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SBV IMPROVER Project Launches New Systems Toxicology Challenge


NEW YORK (GenomeWeb) – The organizers of the Systems Biology Verification: Industrial Methodology for Process Verification in Research (SBV IMPROVER) challenges have begun accepting submissions for a new systems toxicology challenge launched last week which focuses on identifying blood gene expression signatures that could serve as markers of smoking exposure.

The IMPROVER challenges, which are led and funded by Philip Morris International's research and development arm, are designed to provide a robust methodology for verifying systems biology methods and results in the context of industrial and academic research.

This particular challenge offers computational scientists who are developing predictive modelling technologies an opportunity to pit their methods against each other on data drawn from human clinical and mouse inhalation studies. It features two sub-challenges: For the first, participants will be expected to derive models that can predict gene signatures for smoking exposure using human whole blood gene expression data. They'll compare data from smokers and non-smokers as well as categorize non-current smokers as former smokers and never smokers. In the second sub-challenge, participants will also have access to blood gene expression data from mice and will attempt to find species-independent gene signatures that can predict smoking exposure.

Participants will be provided with training, test, and verification microarray-based gene expression datasets from studies run by researchers at PMI's research and development arm and elsewhere. They can also use additional public blood gene expression datasets to train their computational models.

This challenge provides an opportunity to test available prediction methodologies. By receiving robust datasets, computational scientists should be able to develop models that are "sensitive enough and specific enough that it doesn't matter [where] the data comes from," Julia Hoeng, director of systems toxicology for PMI R&D and PMI project leader of the SBV IMPROVER project, told GenomeWeb. "The computational signature basically will be strong enough [so that] when you give me another dataset generated anywhere else ... the signature will be able to identify that," she said. If the models work the way they should, they could be applied more generally to classify subjects based on their exposure to other toxic substances besides tobacco, for example asbestos or exhaust.

It's also a chance to acquaint members of the toxicology community with the benefits of using big data and associated technologies in their projects, Hoeng added. "Toxicologists tend to just ... look at some very specific markers, or maybe they collect blood and look at a few specific proteins," she said. Challenges like this are an opportunity to say to toxicologists "don't be afraid of large scale data, we know how to produce it in a reliable manner and there are plenty of sophisticated people in the world of machine learning who can actually take the data and make sense of it ... and the results of their evaluation can actually be very valuable in the future for risk assessment."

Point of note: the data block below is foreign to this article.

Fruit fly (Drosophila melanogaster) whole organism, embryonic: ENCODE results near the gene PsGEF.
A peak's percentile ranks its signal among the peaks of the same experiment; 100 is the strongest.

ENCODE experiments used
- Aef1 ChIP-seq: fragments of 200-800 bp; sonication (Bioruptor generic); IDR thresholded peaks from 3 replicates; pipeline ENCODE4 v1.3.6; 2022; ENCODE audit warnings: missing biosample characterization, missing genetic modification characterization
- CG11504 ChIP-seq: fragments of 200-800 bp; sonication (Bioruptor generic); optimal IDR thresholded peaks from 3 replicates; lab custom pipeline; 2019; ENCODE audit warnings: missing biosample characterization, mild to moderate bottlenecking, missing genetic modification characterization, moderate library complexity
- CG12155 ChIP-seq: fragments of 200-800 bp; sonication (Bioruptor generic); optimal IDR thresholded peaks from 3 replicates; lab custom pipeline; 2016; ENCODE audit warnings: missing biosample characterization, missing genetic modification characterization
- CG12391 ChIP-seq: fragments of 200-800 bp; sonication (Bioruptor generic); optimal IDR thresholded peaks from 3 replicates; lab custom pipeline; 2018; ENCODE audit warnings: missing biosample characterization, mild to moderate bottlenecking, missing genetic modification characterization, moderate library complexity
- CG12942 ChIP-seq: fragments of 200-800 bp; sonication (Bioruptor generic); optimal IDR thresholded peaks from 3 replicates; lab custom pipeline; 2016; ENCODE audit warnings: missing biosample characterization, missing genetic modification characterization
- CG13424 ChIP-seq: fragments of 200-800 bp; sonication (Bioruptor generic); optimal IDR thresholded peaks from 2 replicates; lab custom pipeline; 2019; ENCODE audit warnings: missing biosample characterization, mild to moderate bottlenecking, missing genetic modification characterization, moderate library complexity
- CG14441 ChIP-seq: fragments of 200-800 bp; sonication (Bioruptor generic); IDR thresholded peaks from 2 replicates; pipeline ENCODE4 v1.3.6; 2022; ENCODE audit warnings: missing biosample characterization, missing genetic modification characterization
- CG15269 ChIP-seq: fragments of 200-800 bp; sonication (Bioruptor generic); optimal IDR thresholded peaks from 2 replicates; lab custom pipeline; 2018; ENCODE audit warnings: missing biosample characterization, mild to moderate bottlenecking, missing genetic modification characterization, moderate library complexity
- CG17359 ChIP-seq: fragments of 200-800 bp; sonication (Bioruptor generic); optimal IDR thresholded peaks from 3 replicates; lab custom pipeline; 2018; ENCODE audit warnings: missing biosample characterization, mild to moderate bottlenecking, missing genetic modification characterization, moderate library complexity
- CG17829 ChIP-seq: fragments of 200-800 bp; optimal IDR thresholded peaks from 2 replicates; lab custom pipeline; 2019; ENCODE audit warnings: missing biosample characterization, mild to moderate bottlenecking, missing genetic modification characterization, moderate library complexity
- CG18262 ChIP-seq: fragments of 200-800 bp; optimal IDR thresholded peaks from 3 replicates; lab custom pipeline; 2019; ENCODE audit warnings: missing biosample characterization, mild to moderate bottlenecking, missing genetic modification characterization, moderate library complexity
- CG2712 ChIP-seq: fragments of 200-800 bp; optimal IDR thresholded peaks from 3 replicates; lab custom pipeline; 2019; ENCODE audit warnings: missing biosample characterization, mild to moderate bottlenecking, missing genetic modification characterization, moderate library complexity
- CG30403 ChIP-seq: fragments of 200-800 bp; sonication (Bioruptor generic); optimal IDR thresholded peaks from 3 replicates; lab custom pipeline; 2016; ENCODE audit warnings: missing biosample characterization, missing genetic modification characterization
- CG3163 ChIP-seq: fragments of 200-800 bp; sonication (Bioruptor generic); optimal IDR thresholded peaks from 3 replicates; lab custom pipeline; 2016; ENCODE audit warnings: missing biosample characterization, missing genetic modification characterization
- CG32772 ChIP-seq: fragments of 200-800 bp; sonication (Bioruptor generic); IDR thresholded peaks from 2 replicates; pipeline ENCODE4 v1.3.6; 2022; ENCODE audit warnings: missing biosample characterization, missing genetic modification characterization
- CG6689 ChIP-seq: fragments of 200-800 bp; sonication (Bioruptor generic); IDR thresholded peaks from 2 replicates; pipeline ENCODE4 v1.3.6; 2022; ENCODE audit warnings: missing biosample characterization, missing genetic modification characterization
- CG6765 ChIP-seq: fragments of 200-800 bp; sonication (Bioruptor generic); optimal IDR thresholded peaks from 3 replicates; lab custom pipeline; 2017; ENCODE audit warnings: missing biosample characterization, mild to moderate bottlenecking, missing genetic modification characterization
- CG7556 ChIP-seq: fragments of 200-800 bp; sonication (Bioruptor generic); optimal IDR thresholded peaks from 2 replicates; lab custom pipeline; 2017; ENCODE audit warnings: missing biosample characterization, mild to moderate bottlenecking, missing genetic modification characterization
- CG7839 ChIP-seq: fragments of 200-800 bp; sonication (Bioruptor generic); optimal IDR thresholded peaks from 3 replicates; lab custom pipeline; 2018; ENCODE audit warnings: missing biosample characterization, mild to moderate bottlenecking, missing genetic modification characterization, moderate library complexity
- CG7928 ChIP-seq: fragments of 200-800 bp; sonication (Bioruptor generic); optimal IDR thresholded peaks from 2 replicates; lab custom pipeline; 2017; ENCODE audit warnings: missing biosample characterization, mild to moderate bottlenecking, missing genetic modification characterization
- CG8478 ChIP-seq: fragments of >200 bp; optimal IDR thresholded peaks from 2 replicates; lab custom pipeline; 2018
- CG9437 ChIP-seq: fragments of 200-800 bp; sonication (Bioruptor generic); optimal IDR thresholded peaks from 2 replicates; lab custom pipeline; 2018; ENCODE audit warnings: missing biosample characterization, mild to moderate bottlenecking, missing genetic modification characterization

Submissions will be accepted until April 29, 2016from researchers in industry and academia. Entries will be scored against gold-standard datasets by an independent panel made up of systems biology researchers from the National Technical University of Athens, ETH Zurich, and the Leibniz Institute for Farm Animal Biology. To help with the evaluation, the organizers are working with SciPinion, a PMI partner that provides forums for scientists to present their research to groups of experts who then anonymously provide feedback on the studies. It's an approach PMI has used to obtain independent verification of some results of its own studies to prevent potential biases and conflicts of interests in its research efforts aimed at assessing reduced risk product candidates for commercialization.

Best performers in the challenge will have the opportunity to contribute to peer-reviewed scientific publications and will present their work at the 2016 Intelligent Systems for Molecular Biology conference, which will be held in Orlando, Florida next July.

This latest challenge is the fourth from the group. Previous challenges included one which asked participants to assess and verify computational approaches for classifying clinical samples across four disease areas — psoriasis, multiple sclerosis, chronic obstructive pulmonary disease, and lung cancer. The second challenge sought to explore how well biological processes in mouse or rat models translate to humans. A third challenge, which ran for two rounds, asked the community to review computational network models for use in toxicological assessment, drug discovery, and research in the context of respiratory diseases. 

The IMPROVER organizers have also begun mulling a second systems toxicology challenge, in partnership with the OpenTox consortium, that will focus on computational methods for evaluating high content screening data, Hoeng said. If they move forward with it, the new challenge could launch in the latter half of 2016.